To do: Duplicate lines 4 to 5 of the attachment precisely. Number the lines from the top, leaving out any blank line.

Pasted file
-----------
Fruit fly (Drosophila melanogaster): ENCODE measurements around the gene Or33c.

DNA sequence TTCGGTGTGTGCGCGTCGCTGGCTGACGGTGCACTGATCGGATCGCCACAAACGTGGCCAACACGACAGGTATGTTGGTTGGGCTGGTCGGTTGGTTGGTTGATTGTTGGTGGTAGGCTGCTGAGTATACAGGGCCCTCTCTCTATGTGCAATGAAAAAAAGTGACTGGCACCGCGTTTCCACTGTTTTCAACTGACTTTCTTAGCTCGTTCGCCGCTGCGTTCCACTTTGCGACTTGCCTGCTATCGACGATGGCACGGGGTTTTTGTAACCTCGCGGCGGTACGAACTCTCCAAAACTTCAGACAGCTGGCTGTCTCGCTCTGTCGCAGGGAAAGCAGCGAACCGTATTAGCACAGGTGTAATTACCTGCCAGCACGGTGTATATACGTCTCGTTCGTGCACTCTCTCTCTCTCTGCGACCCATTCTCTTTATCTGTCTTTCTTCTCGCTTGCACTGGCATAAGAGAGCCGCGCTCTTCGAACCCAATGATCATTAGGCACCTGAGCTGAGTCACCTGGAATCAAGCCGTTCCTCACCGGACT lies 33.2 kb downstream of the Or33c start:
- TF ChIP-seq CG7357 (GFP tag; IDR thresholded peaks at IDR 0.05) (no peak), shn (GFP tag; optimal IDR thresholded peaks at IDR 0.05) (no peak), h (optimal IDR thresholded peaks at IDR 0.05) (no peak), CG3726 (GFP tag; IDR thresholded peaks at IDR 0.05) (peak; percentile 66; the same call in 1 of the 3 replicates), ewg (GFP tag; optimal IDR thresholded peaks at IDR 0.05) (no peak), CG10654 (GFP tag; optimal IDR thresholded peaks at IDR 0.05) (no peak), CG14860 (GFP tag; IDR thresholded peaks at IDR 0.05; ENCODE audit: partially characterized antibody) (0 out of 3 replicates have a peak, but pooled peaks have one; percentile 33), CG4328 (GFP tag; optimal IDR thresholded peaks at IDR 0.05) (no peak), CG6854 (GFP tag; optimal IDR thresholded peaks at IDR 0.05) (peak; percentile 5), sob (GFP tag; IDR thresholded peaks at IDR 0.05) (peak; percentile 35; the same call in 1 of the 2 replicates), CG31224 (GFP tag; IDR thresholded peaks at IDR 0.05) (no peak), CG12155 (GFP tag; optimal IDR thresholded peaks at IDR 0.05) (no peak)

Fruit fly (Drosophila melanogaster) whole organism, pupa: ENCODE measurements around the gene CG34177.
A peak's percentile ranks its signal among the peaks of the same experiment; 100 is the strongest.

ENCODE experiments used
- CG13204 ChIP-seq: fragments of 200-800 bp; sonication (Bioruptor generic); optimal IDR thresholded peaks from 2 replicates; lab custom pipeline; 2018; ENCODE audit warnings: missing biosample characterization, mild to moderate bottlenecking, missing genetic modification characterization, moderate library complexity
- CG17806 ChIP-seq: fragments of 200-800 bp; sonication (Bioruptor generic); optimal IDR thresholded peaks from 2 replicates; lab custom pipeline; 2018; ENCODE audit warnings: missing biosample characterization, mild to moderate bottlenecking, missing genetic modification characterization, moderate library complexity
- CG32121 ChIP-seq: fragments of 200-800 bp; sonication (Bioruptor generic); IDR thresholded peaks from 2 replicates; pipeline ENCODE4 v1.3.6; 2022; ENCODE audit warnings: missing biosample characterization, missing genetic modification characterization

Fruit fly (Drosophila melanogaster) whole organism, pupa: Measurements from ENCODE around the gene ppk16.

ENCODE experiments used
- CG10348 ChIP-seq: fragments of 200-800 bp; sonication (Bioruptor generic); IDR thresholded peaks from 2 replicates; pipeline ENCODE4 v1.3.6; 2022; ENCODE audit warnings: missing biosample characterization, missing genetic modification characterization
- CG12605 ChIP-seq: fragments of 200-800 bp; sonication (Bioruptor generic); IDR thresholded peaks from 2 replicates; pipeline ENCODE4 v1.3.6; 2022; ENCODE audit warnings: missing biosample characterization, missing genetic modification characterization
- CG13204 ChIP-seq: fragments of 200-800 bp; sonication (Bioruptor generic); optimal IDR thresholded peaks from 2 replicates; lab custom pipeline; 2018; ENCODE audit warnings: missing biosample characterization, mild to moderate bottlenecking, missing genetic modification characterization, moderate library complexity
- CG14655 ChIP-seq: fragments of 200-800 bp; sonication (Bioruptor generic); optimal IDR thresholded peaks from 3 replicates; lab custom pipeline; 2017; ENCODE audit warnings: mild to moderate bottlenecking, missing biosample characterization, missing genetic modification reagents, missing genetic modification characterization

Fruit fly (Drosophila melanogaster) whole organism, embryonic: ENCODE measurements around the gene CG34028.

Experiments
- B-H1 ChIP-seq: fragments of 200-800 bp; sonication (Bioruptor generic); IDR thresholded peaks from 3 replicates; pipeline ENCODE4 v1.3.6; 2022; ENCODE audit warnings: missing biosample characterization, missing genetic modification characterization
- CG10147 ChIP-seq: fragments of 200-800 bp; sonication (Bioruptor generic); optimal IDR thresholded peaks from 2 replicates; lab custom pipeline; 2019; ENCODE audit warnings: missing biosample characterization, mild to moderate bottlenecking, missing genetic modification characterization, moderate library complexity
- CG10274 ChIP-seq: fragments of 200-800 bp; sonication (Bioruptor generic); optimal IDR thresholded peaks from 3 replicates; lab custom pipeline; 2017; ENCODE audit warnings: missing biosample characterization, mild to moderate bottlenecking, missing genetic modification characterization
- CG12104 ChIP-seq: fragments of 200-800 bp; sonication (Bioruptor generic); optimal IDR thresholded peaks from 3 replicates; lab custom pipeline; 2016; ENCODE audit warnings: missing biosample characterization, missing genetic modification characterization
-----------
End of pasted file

Fruit fly (Drosophila melanogaster) whole organism, pupa: ENCODE measurements around the gene CG34177.
A peak's percentile ranks its signal among the peaks of the same experiment; 100 is the strongest.